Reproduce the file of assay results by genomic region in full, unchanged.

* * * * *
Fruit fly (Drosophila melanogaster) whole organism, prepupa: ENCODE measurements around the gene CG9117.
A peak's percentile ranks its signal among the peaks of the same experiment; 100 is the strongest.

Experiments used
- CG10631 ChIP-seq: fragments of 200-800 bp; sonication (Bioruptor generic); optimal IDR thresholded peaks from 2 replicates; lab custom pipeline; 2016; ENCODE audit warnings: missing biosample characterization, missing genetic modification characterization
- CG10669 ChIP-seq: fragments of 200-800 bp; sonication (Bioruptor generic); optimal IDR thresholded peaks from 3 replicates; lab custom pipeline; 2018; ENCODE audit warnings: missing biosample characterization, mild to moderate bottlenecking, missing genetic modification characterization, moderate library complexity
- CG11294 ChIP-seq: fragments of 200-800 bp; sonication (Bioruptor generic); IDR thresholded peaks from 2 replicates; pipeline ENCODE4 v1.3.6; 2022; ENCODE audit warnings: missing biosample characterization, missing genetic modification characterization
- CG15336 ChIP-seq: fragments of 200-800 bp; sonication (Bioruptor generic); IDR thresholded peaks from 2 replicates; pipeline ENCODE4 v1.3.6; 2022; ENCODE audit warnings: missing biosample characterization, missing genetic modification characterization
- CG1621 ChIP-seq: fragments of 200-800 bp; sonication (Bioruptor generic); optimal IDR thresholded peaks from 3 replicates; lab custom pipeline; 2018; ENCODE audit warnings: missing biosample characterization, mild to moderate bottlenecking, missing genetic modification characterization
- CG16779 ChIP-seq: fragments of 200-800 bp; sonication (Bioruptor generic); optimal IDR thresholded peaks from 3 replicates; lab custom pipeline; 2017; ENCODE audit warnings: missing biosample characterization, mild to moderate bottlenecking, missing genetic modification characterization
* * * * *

Fruit fly (Drosophila melanogaster) whole organism, prepupa: ENCODE measurements around the gene CG9117.
A peak's percentile ranks its signal among the peaks of the same experiment; 100 is the strongest.

Experiments used
- CG10631 ChIP-seq: fragments of 200-800 bp; sonication (Bioruptor generic); optimal IDR thresholded peaks from 2 replicates; lab custom pipeline; 2016; ENCODE audit warnings: missing biosample characterization, missing genetic modification characterization
- CG10669 ChIP-seq: fragments of 200-800 bp; sonication (Bioruptor generic); optimal IDR thresholded peaks from 3 replicates; lab custom pipeline; 2018; ENCODE audit warnings: missing biosample characterization, mild to moderate bottlenecking, missing genetic modification characterization, moderate library complexity
- CG11294 ChIP-seq: fragments of 200-800 bp; sonication (Bioruptor generic); IDR thresholded peaks from 2 replicates; pipeline ENCODE4 v1.3.6; 2022; ENCODE audit warnings: missing biosample characterization, missing genetic modification characterization
- CG15336 ChIP-seq: fragments of 200-800 bp; sonication (Bioruptor generic); IDR thresholded peaks from 2 replicates; pipeline ENCODE4 v1.3.6; 2022; ENCODE audit warnings: missing biosample characterization, missing genetic modification characterization
- CG1621 ChIP-seq: fragments of 200-800 bp; sonication (Bioruptor generic); optimal IDR thresholded peaks from 3 replicates; lab custom pipeline; 2018; ENCODE audit warnings: missing biosample characterization, mild to moderate bottlenecking, missing genetic modification characterization
- CG16779 ChIP-seq: fragments of 200-800 bp; sonication (Bioruptor generic); optimal IDR thresholded peaks from 3 replicates; lab custom pipeline; 2017; ENCODE audit warnings: missing biosample characterization, mild to moderate bottlenecking, missing genetic modification characterization